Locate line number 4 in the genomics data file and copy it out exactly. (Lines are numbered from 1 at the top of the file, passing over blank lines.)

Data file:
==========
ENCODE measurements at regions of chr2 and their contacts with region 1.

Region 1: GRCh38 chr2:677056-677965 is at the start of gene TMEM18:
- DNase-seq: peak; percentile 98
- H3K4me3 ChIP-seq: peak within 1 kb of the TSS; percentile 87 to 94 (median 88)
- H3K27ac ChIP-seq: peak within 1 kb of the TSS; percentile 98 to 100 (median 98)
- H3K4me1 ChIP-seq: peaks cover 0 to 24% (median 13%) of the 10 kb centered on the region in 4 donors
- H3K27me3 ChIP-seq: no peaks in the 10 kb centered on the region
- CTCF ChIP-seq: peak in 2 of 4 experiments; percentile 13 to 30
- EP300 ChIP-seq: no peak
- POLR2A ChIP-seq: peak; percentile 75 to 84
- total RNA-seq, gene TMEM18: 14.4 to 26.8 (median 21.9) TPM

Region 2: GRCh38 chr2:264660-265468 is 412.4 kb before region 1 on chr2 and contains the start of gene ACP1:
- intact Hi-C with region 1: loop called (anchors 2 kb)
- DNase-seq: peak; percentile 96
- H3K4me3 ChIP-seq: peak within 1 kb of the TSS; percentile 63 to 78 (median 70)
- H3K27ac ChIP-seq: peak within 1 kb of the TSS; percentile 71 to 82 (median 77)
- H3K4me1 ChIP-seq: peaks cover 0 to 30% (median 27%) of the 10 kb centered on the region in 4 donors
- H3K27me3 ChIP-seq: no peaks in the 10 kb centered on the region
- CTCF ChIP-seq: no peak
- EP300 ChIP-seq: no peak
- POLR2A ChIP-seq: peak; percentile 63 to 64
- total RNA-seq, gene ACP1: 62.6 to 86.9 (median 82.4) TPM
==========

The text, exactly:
- H3K4me3 ChIP-seq: peak within 1 kb of the TSS; percentile 87 to 94 (median 88)